Last Sunday I was walking home from work when I encountered a Segway tour of downtown Columbus.
It appeared to be a bespectacled family of four that was rolling along by the Statehouse, with the Mom holding her Segway handlebars in a death grip. Even though the devices weren’t moving at a pace much faster than a good, brisk walk, all four of the riders and the guide were wearing bicycle helmets and appeared to be protected against any imaginable possibility of injury in the event of, say, a Segway collision where the rider is hurled six inches to the ground. As I walked past, the little group was stopped on one of the Statehouse sidewalks, but after the guide had finished his spiel they went gliding serenely and silently away in the direction of the Ohio Theater, looking for all the world like peculiar moving statues.
And I thought: nerds. Or, as Ogre might bellow in Revenge of the Nerds: “NERDS”!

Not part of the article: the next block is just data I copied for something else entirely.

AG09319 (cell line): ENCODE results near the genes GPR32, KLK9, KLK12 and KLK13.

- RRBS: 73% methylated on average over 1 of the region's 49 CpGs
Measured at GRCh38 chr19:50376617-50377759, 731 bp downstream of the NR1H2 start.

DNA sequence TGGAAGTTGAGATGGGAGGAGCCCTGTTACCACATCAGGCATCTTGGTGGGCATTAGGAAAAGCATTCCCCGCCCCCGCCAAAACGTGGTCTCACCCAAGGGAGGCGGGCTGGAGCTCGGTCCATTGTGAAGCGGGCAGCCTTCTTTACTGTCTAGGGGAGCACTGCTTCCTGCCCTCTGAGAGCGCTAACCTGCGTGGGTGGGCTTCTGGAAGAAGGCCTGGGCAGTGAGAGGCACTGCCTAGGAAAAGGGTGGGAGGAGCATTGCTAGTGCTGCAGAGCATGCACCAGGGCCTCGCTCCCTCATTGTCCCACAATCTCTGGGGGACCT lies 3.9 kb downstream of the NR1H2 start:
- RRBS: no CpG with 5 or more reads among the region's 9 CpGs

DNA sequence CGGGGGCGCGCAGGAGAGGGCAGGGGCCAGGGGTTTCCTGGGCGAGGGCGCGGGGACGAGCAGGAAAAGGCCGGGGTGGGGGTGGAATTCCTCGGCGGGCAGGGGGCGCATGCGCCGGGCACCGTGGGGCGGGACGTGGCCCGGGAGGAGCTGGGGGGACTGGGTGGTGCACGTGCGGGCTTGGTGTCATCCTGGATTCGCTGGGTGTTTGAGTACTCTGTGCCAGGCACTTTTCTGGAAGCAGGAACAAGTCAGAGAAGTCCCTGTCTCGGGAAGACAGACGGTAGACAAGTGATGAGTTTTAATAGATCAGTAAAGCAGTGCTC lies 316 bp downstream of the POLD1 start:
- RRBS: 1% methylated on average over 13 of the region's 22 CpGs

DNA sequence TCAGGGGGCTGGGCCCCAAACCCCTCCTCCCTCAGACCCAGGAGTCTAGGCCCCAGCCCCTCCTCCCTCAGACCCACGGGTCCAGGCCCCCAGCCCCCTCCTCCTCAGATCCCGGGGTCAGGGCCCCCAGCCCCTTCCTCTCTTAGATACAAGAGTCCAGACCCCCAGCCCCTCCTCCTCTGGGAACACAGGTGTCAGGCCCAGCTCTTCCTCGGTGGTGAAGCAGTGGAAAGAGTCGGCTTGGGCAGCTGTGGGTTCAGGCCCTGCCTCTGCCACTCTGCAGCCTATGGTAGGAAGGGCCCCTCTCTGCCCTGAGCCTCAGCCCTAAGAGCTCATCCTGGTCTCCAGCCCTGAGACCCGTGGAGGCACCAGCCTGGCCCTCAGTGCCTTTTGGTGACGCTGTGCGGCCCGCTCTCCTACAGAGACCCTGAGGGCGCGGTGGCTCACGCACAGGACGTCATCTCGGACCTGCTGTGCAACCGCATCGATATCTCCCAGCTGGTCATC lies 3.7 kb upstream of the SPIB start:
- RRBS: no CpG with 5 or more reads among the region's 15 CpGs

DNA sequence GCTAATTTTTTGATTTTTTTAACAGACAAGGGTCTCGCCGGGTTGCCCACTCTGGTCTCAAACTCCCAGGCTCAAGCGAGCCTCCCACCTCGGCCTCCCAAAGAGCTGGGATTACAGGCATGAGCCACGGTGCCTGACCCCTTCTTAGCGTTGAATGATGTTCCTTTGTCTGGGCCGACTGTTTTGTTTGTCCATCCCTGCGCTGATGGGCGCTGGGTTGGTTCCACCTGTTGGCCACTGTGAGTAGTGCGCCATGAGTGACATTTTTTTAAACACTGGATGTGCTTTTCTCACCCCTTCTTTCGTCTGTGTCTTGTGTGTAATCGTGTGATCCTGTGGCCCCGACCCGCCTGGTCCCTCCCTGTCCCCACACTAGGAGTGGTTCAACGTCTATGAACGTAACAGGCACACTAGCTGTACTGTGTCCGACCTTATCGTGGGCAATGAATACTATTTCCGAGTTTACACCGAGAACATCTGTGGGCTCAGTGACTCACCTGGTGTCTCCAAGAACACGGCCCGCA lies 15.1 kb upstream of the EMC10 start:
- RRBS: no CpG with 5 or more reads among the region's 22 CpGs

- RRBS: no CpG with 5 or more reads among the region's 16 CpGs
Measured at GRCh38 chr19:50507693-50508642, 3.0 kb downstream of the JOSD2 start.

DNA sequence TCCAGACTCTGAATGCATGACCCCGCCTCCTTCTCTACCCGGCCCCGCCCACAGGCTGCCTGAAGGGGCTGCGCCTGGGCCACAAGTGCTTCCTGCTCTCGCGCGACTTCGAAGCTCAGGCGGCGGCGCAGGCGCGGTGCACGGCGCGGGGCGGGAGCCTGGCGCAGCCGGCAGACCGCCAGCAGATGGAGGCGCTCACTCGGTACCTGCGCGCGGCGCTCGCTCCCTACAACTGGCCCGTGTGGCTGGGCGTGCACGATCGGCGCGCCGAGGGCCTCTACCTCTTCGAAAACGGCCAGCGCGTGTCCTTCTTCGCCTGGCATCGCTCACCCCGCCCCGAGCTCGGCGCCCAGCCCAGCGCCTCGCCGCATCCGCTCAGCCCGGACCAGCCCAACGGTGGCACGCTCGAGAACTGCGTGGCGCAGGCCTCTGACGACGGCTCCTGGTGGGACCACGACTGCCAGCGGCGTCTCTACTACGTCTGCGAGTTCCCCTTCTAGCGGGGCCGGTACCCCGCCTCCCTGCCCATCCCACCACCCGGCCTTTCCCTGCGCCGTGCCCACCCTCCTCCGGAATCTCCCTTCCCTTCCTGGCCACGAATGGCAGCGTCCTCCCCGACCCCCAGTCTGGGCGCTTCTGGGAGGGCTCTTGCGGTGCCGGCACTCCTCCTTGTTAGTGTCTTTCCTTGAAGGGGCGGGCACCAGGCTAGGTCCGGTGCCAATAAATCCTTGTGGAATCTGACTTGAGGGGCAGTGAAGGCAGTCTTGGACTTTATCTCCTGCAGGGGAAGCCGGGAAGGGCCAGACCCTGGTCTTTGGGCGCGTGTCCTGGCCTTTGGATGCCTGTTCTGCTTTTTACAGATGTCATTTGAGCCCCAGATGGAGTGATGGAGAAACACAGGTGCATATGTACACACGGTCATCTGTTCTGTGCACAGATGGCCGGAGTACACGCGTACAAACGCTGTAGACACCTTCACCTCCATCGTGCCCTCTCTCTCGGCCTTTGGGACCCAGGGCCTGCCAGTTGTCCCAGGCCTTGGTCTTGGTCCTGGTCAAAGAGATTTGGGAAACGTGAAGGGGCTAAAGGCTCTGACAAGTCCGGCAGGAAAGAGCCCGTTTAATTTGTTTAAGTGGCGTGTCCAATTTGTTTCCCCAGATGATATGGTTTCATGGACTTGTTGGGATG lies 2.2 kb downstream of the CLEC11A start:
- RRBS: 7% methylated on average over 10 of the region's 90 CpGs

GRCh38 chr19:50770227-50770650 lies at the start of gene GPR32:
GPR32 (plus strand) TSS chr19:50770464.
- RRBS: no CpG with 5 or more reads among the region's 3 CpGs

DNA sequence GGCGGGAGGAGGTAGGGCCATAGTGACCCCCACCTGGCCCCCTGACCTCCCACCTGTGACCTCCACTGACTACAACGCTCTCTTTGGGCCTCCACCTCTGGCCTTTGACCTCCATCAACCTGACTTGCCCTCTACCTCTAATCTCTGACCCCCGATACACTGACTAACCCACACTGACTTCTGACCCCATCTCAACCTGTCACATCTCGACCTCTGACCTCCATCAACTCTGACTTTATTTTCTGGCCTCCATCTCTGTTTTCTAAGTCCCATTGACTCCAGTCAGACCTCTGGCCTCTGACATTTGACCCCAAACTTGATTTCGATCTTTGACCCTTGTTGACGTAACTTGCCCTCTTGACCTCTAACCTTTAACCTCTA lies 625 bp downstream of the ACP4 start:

I’m sorry, Segway. Your device might be a self-balancing, gyroscopic technological wonder, and another great leap forward to a future where humans don’t have to move a muscle, but helmeted people on Segways is the most infallible nerd indicator since the development of Dungeons and Dragons and the premiere of Star Trek: Voyager.
I hate to admit it, but I would never don a helmet and take a Segway tour of Columbus, or anywhere else, because it would provoke a severe case of ipsenerdophobia. True nerds need a refined sense of self-awareness, as a kind of defense mechanism to avoid putting themselves into obvious nerd situations, and a Segway tour sets my nerdar jangling at peak frequencies. As a geek who wears glasses, read comics into my college years, and likes science fiction, I’ve got more than enough nerd tendencies as it is.